Last year, two former interns at magazines owned by Condé Nast filed a class-action lawsuit against the company for underpaying them and thousands of other interns, in violation of labor law. According to recent court filings reported by Reuters, Condé intends to retroactively compensate the pair and over 7,000 other former interns in order to settle the legal dispute. The price tag: $5.8 million.
It's a good thing Citigroup repaid that $20 billion it owed the U.S. government on December 14. If it hadn't, some people might be a tad ticked off to hear that on December 30, the bank paid John Havens, Citi's investment banking chief, $9 million for his stellar work in 2008, making him the broken bank's highest-paid employee for the year. [WSJ]
Goldman Sachs is giving in, believe it or not. The bank announced this morning that it plans to change up the way it compensates its top 30 execs this year, as the fury over outsized pay packages continues to grow. Goldman says it will now pay out the bonuses in the form of restricted stock, a move that will likely gratify Goldman's critics and also terrify high-end real estate brokers and Porsche salesmen in the Hamptons. [NYT]
JPMorgan CEO Jamie Dimon shared some delightful news this morning. As expected, the bank posted super-solid earnings for the third quarter, generating $3.6 billion in profit based on $26.6 billion in revenue, results that were considerably higher than what Wall Street analysts were expecting. The House of Dimon also revealed that it's set aside $8.79 billion for compensation and benefits for the first nine months of 2009, just about enough to pay out $353,834 to each JPMorgan Chase employee. But don't think that's a good thing. It isn't! Because Goldman Sachs set aside $386,429 per employee for the first half of the year, and will likely put JPMorgan to shame when it reports earnings tomorrow. If you were thinking this world was unjust because millions of Americans don't have decent health insurance and a billion children around the world live below the poverty line, do yourself a favor and head over to JPMorgan HQ on Park Avenue later this afternoon and observe the people streaming out of the building. That, friends, is the true face of misery. [WSJ, Bloomberg]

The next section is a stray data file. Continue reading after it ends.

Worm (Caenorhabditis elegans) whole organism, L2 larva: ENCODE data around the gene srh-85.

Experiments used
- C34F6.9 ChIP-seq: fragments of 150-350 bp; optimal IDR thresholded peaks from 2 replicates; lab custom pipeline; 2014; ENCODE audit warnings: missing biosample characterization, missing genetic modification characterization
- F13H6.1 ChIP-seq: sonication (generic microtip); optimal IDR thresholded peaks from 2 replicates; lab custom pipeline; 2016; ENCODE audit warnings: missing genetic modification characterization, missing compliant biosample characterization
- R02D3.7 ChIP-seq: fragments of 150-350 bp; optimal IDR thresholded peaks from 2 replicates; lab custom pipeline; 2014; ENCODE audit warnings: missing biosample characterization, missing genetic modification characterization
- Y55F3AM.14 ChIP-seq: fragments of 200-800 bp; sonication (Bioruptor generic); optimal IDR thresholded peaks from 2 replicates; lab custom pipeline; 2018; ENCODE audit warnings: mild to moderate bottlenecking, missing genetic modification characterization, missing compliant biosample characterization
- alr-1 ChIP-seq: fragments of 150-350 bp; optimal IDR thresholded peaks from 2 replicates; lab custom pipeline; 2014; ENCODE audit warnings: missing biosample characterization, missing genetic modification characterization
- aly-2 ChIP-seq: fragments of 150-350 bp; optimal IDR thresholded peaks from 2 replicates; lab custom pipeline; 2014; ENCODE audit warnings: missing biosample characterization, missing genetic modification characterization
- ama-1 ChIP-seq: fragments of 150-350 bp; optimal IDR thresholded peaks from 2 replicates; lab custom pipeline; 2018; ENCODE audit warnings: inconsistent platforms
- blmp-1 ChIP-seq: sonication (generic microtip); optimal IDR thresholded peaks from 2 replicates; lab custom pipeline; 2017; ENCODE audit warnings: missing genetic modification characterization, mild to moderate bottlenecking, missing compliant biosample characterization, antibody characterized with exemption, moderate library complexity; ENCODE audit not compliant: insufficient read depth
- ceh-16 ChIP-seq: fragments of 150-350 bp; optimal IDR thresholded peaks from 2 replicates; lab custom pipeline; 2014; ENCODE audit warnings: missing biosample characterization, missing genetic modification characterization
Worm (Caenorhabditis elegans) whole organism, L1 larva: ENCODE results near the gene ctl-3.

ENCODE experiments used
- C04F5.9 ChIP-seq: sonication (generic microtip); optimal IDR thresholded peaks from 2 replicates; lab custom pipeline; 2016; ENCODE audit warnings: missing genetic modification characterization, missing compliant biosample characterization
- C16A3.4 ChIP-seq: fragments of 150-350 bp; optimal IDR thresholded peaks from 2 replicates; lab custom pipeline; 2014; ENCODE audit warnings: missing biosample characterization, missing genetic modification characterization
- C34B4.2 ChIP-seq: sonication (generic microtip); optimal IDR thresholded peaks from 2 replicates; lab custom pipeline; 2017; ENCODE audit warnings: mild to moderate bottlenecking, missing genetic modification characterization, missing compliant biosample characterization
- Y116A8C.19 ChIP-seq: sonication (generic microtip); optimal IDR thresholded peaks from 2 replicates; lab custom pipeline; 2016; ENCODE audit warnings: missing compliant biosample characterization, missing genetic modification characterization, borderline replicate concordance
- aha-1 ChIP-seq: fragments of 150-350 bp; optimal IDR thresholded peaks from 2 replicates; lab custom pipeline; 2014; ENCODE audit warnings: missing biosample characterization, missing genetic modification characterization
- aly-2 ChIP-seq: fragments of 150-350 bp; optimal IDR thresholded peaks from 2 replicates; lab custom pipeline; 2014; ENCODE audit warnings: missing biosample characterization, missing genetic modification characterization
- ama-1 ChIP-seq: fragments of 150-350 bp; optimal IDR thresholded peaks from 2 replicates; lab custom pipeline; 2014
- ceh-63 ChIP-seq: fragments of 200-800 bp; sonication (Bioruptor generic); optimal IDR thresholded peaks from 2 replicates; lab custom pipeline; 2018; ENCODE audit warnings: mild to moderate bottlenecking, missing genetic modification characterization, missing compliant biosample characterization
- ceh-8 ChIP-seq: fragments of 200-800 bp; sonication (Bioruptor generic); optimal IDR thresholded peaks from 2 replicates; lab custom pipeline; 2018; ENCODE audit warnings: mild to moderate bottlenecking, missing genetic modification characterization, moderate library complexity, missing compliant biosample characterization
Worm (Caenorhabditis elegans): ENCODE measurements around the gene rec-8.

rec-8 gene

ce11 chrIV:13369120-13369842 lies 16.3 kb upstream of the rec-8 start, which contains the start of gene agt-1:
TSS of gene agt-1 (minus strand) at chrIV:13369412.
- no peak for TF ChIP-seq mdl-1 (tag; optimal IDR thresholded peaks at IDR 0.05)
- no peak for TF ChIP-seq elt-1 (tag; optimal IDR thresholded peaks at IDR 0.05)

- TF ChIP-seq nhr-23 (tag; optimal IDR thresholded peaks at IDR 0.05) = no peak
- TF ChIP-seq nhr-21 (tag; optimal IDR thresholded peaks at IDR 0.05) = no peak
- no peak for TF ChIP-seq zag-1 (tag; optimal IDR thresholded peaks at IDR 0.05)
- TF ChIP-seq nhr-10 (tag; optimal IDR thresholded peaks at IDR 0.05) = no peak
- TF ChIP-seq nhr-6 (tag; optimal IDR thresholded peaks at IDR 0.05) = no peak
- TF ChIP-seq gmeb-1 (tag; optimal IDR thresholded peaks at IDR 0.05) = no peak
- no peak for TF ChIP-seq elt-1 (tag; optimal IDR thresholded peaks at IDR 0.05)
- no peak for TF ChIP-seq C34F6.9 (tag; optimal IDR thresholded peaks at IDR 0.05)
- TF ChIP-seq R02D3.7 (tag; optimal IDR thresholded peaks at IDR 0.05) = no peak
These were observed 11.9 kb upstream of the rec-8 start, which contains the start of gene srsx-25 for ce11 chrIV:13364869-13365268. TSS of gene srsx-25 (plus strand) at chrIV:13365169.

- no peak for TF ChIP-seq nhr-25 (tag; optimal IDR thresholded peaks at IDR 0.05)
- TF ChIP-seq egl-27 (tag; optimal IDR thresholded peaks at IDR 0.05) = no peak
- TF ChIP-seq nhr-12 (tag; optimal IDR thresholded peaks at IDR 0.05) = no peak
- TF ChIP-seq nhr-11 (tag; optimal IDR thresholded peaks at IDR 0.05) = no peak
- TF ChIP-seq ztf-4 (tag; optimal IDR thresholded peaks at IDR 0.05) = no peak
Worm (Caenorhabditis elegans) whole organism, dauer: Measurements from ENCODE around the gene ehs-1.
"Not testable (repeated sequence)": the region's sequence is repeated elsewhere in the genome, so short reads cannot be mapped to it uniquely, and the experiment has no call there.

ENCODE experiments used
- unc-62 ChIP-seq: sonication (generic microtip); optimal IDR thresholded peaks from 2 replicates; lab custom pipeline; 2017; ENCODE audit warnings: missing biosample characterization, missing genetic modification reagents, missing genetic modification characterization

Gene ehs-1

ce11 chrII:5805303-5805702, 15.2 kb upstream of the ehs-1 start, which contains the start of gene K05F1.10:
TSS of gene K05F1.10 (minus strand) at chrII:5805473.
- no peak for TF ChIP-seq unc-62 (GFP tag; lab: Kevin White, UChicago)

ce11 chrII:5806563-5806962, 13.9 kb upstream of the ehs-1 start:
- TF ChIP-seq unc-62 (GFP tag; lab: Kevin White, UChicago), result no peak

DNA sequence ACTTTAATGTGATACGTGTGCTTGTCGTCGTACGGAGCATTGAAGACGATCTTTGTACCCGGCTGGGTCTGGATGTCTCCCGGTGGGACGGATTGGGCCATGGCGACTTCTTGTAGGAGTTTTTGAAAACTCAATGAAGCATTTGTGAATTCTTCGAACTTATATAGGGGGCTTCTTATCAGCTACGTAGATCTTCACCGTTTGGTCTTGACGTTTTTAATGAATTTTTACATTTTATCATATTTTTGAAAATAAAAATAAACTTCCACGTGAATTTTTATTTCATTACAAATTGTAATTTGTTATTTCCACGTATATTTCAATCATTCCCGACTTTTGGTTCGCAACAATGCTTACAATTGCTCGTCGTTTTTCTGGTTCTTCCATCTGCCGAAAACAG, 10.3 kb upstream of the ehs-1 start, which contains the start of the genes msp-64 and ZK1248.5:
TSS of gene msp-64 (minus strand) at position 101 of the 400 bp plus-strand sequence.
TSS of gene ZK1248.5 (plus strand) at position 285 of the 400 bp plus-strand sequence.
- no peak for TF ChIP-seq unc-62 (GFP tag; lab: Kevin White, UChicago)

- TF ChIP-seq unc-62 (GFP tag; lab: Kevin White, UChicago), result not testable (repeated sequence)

New York's bad-ass attorney general, Andrew Cuomo, has been looking into compensation on Wall Street for, like, nine months now. And now the fruits of his labor have been unveiled for all to see! Cuomo released a report today called "No Rhyme or Reason: The 'Heads I Win, Tails You Lose' Bank Bonus Culture," in which he says—surprise!—big banks don't usually tie annual compensation to performance, and still pay out massive bonuses even in years when they don't record a profit. How surprising! (It's a good thing we don't tie the state tax rate to the performance of elected officials, too.) Unfortunately, Cuomo's 22-page report doesn't include the names of these Wall Streeters who are raking it in, but he does share a few facts you may find interesting.
Things may be all hunky-dory at Goldman Sachs and JPMorgan Chase now that both firms announced hugely profitable second quarter profits. The same can't be said for Morgan Stanley, though. The bank posted a $1.26 billion loss for the second quarter today, but as is the case with so many things on Wall Street, you should not expect any of the execs at Morgan Stanley to feel the sting: The firm set aside 72 percent of the $5.9 billion it collected in during the second quarter for compensation and benefits. "It was a very good quarter to be a Morgan Stanley employee," said one analyst. "I'm not so sure it was so good to be a Morgan Stanley shareholder." [Bloomberg]
According to Crain's, New York's 100 top-paid executives took home $1.2 billion in compensation last year. And a handful of them, it turns out, are execs who happen to work at banks that received bailouts from Washington: "Number four on the list is Goldman's CEO Lloyd Blankfein, with $42.9 million. Following him is Citigroup's CEO Vikram Pandit, raking in $38.2 million. Jamie Dimon, head of JPMorgan Chase, comes next in line with $35.7 million. Goldman and JPMorgan, which received $10 billion and $25 billion, respectively, in government aid, have recently moved to repay the funds. Citigroup is still saddled with the $45 billion in aid it's accepted." Topping the list, in case you're wondering, is Peter Kraus of Alliance Bernstein, who was paid $52 million just to take the job. But American taxpayers also had a hand in making 2008 a very good year for Kraus: In addition to his take from Alliance, he earned $25 million for the three months he put in at Merrill Lynch in late 2008. [NYP]
Dear Journalists: Lucas Grindley, Operations Manager of HeraldTribune.com ("southwest Florida's information leader"), would like you to get paid like bloggers. Specifically, like us! Summing up a largely boring, wonky, Poyntery debate about the value of reporters and information and CPM, Grindley decries Nick Denton's pay model, as described by noted internet expert David Brooks, as a dangerous idea that "may favor sensationalism" (quelle horreur!). Then he decides the most fair model for our brave new media landscape is to give your content providers a set salary with page view bonus structure built in. Which sounds familiar! As Grindley says: "The point is a bonus system doesn't hurt anyone. But it might help retain top talent while also increasing page views and audience." Also possible: existential crises and mass resignations. Talent are a sensitive bunch.